You may think you found the love of your life because you found someone who seemingly puts up with your quirks and has promised to stand by your side, but there’s always a chance you are about to say hello to a future with a person who is so terribly wrong for you. Sounds scary, right?
Wondering how you can know if you are about to marry the wrong person?
Listen to the advice from these four relationship experts before walking down the aisle.
You’re caught up on the idea of them.
“You like the idea of being with the person more than you actually like being around that person; you give yourself intellectual reasons that you are great together while not really enjoying their company or your close relationship.” - Dr. Helen Odessky, a psychologist www.yourchicagotherapist.com and author of Stop Anxiety From Stopping You.
You are hoping for a change.
“Some people will look to marriage as if it is a fairytale that fixes all of the flaws in a relationship, that your significant other will now become this romantic, giving partner after the wedding. This couldn't be further from the truth. Marriage will bring new challenges into a relationship, so there needs to be a really strong foundation before marriage, in order to be successful.” - Marissa Venture, Owner/Certified Matchmaker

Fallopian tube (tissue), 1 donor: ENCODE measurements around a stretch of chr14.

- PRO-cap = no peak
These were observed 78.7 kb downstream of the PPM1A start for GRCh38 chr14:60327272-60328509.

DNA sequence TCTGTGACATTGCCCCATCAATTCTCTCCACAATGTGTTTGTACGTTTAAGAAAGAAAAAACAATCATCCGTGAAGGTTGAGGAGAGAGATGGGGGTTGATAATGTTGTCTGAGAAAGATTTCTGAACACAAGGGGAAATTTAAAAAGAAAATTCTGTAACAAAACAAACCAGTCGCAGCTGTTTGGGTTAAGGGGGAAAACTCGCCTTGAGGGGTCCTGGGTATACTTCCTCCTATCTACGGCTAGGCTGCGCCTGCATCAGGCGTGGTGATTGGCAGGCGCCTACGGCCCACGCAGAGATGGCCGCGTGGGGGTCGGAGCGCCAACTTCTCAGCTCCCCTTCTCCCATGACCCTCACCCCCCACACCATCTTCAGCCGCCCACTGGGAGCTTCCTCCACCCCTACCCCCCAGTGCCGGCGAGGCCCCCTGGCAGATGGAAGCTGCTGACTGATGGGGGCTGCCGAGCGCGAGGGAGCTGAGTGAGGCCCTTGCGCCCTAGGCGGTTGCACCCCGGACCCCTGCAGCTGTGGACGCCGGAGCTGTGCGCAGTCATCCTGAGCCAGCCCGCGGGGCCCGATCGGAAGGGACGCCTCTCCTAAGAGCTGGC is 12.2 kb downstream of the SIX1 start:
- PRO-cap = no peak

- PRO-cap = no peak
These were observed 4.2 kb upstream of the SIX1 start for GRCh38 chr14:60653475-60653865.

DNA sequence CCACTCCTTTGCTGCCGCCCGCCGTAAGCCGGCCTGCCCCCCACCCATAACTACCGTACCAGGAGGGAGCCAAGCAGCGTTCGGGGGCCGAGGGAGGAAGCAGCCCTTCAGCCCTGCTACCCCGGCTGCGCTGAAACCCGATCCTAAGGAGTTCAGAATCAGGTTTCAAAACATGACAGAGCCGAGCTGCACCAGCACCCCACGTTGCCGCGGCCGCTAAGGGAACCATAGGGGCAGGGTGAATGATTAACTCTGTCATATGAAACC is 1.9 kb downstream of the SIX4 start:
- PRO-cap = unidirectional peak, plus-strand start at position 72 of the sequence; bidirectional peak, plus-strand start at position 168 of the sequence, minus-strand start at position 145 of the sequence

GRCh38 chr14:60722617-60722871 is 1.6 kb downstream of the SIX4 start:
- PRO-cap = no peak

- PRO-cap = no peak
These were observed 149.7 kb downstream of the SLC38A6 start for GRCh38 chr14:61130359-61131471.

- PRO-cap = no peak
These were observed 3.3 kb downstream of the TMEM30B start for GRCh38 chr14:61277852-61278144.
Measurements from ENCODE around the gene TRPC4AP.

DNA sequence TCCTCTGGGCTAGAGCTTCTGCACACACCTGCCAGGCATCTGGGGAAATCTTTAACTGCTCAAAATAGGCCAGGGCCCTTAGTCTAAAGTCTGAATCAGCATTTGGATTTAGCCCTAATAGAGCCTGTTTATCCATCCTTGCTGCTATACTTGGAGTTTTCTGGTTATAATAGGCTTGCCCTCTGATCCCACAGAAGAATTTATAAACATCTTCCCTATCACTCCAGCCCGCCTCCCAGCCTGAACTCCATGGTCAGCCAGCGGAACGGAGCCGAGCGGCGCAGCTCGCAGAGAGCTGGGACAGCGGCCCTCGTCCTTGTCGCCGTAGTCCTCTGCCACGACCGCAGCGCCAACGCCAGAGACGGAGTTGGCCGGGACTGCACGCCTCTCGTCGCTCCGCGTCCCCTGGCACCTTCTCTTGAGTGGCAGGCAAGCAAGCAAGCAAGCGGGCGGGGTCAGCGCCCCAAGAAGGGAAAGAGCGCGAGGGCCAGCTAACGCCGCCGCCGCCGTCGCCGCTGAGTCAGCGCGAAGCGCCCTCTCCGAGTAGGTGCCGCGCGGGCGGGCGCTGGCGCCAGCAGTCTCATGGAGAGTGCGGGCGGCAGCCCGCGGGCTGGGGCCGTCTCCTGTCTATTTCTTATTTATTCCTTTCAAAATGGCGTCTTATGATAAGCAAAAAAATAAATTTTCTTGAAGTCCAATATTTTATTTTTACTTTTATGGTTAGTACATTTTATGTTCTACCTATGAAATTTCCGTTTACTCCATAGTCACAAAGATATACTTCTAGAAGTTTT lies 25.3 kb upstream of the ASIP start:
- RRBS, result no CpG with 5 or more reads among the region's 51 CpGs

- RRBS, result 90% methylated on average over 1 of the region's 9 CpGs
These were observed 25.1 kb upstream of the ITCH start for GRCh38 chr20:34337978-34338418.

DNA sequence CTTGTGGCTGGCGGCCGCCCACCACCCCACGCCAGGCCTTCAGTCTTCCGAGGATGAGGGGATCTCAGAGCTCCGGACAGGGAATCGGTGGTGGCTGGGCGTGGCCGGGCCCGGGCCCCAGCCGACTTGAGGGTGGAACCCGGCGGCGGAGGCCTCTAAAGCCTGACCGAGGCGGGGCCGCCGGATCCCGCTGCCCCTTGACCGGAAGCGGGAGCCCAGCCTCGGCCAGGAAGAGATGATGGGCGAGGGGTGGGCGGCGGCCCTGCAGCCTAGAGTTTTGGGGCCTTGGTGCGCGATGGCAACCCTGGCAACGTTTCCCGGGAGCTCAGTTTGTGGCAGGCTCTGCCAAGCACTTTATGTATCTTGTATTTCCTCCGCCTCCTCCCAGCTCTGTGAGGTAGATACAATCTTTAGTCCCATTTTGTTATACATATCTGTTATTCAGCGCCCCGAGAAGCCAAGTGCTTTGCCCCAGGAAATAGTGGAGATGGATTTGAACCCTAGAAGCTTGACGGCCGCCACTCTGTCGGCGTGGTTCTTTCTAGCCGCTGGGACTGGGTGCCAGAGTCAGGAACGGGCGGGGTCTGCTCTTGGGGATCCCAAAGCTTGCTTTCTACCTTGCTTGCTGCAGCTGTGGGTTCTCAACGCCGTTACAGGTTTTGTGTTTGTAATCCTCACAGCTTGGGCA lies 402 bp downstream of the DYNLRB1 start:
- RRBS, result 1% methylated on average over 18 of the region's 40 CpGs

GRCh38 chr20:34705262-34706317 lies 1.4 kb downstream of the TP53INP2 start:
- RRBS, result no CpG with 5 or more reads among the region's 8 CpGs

You are working overtime on convincing yourself.
“The biggest sign that you’re marrying the wrong person is that you have to convince yourself that he or she is the one for you. You resort to 'talking up' your future partner in your head to attempt to persuade yourself you’re making the right choice. This could be things like, 'We’ve been together so long,' 'My mom really likes him,' or, 'I’m not getting any younger.' If you have to convince yourself that the person you’re marrying is right for you, then you already know the truth in your gut: He or she is the wrong one!” - Jonathan Bennett, a certified counselor and relationship coach.
Your ego is not in check.
“You're marrying the wrong person if you find it difficult to keep your ego in check around them. Relationships are compromise, and there are times that being kind is more important than being right. If this person brings out a combative, argumentative side of you, it's probably not going to get any better. If you're being defensive, there's probably a reason.” – Marissa Geraci, LMHC
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